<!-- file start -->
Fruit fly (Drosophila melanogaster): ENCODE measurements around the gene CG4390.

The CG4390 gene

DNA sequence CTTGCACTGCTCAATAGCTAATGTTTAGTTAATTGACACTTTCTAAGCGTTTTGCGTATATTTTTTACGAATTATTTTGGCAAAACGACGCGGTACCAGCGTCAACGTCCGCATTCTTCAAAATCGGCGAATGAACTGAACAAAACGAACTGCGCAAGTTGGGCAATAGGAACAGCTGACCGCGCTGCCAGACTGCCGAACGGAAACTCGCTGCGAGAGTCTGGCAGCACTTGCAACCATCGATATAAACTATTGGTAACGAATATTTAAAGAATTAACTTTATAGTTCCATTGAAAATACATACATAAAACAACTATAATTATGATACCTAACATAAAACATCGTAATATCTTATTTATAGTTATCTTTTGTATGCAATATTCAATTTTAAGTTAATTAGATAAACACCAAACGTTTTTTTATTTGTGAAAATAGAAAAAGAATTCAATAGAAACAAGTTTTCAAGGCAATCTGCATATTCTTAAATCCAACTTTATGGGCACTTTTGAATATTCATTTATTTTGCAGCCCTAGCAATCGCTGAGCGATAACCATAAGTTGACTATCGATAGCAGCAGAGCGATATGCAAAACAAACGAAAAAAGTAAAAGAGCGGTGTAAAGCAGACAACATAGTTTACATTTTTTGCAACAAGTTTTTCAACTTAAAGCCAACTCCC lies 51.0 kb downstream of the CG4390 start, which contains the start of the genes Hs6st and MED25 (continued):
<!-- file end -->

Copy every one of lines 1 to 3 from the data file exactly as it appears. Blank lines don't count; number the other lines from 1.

Fruit fly (Drosophila melanogaster): ENCODE measurements around the gene CG4390.

The CG4390 gene

DNA sequence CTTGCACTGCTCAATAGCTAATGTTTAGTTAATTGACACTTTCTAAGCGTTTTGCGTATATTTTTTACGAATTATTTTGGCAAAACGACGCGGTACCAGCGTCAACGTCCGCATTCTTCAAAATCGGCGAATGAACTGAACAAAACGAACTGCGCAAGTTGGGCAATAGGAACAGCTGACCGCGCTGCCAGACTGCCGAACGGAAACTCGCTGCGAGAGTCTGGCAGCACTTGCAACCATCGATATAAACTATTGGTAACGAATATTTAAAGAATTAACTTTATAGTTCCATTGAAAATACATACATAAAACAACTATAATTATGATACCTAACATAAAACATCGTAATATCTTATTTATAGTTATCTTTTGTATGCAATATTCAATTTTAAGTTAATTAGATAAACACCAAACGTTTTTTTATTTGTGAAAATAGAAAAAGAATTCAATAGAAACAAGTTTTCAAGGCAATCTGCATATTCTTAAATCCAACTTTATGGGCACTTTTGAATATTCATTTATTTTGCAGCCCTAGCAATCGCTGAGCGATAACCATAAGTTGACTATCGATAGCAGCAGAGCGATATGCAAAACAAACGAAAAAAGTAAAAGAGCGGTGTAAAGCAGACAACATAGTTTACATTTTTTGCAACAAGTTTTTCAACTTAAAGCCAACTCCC lies 51.0 kb downstream of the CG4390 start, which contains the start of the genes Hs6st and MED25 (continued):